Are these the 100 places that made Britain?






Which was more important in the making of Britain, a ruined abbey, a Dorset tree, a Liverpool cellar or a painted gable in Northern Ireland?

Battle Abbey was where Harold lost his crown and his life to William the Conqueror in 1066; Tolpuddle where in the 1830s a group of agricultural labourers discussed forming a union and paid for their audacity with transportation to Australia; and Free Derry Corner looks down on the narrow streets where 13 unarmed demonstrators were shot dead by the army in 1972. All are among the 100 sites nominated by historians to appear in a book as the places that made the modern nation.

The Liverpool cellar nominated by Peter Catterall, lecturer at Queen Mary, University of London, was a fruit warehouse, air raid shelter and egg packing station before in 1957 it became a music club and four years later gave the world the Beatles. "I don't think music was the only element of the 1960s, but it came to be emblematic of it," Catterall says. "You can't imagine Swinging London without the music. In a sense the band that made everything possible was the Beatles; it was they who paved the way for the idea that the British were good at music."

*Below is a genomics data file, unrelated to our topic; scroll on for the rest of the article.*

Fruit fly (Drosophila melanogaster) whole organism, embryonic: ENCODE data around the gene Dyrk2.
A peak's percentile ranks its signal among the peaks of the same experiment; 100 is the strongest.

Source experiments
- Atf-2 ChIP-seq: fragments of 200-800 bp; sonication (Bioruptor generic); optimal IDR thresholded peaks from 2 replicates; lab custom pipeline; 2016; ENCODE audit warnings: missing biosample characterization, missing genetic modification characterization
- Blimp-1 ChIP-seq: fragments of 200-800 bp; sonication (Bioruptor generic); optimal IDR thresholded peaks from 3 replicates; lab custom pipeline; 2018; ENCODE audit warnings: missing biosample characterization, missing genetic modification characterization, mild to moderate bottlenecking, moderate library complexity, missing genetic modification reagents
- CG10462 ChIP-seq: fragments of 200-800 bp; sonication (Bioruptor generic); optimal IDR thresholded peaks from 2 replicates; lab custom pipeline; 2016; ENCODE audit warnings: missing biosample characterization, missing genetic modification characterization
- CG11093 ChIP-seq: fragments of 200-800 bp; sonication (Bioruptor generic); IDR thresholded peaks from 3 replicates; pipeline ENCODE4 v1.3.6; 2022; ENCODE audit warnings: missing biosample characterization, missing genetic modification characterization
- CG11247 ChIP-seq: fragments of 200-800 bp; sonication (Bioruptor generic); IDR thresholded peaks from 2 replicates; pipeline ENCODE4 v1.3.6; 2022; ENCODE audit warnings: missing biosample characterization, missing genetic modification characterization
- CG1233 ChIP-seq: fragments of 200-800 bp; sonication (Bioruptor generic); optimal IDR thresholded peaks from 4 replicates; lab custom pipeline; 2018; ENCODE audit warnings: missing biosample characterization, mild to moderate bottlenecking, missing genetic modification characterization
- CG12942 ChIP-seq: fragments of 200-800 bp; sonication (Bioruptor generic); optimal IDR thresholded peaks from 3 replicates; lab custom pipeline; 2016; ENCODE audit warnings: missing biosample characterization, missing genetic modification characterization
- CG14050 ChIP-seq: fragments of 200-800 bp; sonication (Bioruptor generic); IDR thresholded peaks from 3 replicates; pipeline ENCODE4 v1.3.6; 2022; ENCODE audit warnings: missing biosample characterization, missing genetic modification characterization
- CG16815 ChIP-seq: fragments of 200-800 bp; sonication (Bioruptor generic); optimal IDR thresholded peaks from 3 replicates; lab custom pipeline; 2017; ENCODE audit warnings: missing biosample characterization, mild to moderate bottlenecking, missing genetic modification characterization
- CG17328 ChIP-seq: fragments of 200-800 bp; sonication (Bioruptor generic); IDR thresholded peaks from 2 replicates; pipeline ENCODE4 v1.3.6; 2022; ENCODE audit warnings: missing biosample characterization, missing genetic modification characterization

David Musgrove, who edited the book, spent months tramping around the ruins, industrial landscapes, archaeological sites, castles and cathedrals, and odd corners once brushed by the hand of history, checking out the 100 places nominated by scores of historians.

Many are internationally renowned, including the Tower of London, Westminster Abbey, Canterbury Cathedral and Blenheim Palace.

There are surprises. Gerard De Groot, professor of history at St Andrews, chose a nearby stretch of smooth green turf: the Old Course overlooked by the clubhouse of the Royal and Ancient golf club....



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